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Soft layers give a push to flowing objects

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In contrast to a speeding plane ready for take-off, a spherical particle moving slowly past a flat surface is not supposed to lift away from it… unless the particle or the surface are soft enough to be deformed by the pressure in the fluid into which they are immersed.

This coupling between flow and deformation is known as elastohydrodynamics and it is essential in the mechanical behaviour of suspensions or pastes, or in biolubrication processes taking place in human joints. Here, we demontrate experimentally that the presence of a very thin layer of polymer decorating a rigid surface is enough to make flowing microbeads lift away, and that such lift is directly controlled by the softness of the layer. We mimick a typical blood flow situation : micron-sized circulating cells interacting with vessel walls lined by a thin and compliant layer of biopolymers named « glycocalyx ». This study thus emphasizes the importance of elastohydrodynamics in blood circulation and unveils a new mechanism by which the glycocalyx may be involved in regulating the interactions between circulating cells and vascular walls.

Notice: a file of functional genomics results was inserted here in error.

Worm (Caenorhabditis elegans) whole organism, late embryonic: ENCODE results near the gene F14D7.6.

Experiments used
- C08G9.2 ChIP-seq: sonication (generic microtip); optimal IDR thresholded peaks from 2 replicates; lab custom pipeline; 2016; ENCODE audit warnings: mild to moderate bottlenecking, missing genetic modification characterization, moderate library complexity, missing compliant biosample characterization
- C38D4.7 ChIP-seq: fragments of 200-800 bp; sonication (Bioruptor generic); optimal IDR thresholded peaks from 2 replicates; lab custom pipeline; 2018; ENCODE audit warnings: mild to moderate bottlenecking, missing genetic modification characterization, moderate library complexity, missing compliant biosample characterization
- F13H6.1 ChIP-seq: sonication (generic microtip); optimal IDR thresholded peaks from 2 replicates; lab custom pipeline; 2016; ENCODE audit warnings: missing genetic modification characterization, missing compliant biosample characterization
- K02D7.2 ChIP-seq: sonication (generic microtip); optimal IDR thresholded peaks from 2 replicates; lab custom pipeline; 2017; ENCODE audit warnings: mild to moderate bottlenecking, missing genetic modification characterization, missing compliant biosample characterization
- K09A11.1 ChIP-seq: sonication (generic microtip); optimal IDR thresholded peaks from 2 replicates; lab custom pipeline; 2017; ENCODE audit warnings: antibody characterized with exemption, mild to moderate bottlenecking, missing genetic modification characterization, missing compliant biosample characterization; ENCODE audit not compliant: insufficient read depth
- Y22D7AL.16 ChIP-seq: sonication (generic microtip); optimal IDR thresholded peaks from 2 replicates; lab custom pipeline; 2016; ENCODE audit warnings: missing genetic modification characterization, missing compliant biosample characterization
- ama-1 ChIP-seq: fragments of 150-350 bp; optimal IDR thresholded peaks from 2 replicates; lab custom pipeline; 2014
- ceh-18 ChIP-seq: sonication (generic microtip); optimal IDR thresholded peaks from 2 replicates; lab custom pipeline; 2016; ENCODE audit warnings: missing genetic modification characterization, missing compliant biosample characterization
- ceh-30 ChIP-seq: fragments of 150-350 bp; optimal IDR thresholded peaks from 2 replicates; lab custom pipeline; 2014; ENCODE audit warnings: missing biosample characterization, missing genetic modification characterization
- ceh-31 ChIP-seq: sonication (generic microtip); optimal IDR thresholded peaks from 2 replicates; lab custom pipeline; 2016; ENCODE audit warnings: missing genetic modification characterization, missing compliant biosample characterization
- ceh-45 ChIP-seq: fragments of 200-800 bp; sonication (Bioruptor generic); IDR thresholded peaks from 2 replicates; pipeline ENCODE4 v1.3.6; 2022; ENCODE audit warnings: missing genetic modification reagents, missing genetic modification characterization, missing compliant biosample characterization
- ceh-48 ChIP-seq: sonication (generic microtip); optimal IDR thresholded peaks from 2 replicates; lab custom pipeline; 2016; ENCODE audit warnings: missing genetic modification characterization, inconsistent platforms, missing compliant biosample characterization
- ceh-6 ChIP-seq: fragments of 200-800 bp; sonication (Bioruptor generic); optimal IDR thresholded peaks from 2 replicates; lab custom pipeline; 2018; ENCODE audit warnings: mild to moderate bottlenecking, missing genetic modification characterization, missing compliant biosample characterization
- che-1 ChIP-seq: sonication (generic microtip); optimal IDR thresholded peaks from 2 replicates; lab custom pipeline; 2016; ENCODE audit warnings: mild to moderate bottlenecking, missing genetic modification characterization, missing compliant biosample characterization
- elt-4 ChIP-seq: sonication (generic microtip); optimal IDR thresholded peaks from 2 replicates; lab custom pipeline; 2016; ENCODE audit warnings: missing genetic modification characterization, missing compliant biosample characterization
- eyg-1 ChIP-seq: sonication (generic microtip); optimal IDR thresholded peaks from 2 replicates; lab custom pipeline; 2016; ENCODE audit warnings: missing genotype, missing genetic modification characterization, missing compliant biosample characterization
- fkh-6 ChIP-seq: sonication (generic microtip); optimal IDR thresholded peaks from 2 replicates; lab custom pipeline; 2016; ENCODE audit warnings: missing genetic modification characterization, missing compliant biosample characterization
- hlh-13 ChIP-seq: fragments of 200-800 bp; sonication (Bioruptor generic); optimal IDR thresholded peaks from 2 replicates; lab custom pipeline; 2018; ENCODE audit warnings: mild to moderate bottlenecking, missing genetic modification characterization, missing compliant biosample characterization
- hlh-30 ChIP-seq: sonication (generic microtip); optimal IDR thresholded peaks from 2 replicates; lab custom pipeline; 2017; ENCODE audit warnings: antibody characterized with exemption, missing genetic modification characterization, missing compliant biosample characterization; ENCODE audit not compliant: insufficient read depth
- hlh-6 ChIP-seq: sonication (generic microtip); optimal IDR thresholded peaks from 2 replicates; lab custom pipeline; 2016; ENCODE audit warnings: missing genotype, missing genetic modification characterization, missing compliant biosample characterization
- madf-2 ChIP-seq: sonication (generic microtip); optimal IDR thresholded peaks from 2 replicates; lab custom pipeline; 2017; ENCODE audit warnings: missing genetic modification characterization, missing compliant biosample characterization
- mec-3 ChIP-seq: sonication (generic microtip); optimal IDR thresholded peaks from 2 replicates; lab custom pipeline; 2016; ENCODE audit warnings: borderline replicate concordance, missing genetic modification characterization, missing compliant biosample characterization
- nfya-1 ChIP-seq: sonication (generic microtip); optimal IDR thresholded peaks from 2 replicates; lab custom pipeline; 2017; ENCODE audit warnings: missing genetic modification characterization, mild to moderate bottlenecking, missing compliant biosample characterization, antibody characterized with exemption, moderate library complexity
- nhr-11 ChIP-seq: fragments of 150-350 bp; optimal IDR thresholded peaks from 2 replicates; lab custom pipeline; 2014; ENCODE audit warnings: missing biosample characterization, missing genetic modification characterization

Voir en ligne : Elastohydrodynamic lift at a soft wall, Heather S. Davies, Delphine Débarre, Nouha El Amri, Claude Verdier, Ralf P. Richter and Lionel Bureau, Phys. Rev. Lett. 120, 198001